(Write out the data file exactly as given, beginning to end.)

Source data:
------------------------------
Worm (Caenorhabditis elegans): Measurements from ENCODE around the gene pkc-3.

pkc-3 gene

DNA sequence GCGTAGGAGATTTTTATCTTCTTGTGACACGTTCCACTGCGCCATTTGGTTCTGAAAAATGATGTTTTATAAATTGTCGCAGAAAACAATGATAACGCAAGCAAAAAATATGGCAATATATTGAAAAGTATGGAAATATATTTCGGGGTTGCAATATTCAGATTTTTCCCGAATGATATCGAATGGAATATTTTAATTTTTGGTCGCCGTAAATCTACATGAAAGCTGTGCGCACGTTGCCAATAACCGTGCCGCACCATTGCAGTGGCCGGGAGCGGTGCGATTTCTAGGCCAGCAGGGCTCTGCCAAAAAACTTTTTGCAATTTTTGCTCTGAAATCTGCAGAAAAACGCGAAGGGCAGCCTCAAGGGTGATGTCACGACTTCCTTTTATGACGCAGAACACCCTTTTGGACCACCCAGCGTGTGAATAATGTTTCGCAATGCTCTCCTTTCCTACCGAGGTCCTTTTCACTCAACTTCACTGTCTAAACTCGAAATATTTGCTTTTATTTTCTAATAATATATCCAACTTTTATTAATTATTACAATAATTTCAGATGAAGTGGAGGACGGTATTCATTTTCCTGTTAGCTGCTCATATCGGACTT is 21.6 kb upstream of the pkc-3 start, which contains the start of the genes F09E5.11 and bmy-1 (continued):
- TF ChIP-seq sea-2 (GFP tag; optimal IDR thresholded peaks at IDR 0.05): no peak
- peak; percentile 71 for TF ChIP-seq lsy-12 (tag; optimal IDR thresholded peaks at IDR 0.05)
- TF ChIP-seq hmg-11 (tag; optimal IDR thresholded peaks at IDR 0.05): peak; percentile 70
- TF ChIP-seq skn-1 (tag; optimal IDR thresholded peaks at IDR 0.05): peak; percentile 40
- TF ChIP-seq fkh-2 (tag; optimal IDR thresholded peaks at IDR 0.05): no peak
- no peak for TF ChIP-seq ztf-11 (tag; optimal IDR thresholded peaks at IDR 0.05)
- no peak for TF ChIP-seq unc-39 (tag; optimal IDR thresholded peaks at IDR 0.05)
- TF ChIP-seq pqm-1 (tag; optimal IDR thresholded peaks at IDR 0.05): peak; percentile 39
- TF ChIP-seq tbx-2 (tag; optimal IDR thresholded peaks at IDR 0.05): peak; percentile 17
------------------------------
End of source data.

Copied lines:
Worm (Caenorhabditis elegans): Measurements from ENCODE around the gene pkc-3.

pkc-3 gene

DNA sequence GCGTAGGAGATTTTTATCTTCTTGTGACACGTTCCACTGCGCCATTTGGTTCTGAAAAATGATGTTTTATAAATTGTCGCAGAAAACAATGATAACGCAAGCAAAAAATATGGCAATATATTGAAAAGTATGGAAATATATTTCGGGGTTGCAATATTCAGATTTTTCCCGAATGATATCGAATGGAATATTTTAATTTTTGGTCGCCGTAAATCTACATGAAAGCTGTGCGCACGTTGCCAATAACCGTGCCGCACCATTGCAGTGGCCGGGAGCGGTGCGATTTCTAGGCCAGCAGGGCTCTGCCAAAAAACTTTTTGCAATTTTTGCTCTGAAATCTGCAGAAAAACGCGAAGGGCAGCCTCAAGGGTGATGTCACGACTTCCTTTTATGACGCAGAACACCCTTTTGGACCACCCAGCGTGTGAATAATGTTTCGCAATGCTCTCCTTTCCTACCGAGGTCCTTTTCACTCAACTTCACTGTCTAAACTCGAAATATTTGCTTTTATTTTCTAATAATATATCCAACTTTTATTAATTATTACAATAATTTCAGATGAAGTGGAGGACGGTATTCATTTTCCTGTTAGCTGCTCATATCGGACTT is 21.6 kb upstream of the pkc-3 start, which contains the start of the genes F09E5.11 and bmy-1 (continued):
- TF ChIP-seq sea-2 (GFP tag; optimal IDR thresholded peaks at IDR 0.05): no peak
- peak; percentile 71 for TF ChIP-seq lsy-12 (tag; optimal IDR thresholded peaks at IDR 0.05)
- TF ChIP-seq hmg-11 (tag; optimal IDR thresholded peaks at IDR 0.05): peak; percentile 70
- TF ChIP-seq skn-1 (tag; optimal IDR thresholded peaks at IDR 0.05): peak; percentile 40
- TF ChIP-seq fkh-2 (tag; optimal IDR thresholded peaks at IDR 0.05): no peak
- no peak for TF ChIP-seq ztf-11 (tag; optimal IDR thresholded peaks at IDR 0.05)
- no peak for TF ChIP-seq unc-39 (tag; optimal IDR thresholded peaks at IDR 0.05)
- TF ChIP-seq pqm-1 (tag; optimal IDR thresholded peaks at IDR 0.05): peak; percentile 39
- TF ChIP-seq tbx-2 (tag; optimal IDR thresholded peaks at IDR 0.05): peak; percentile 17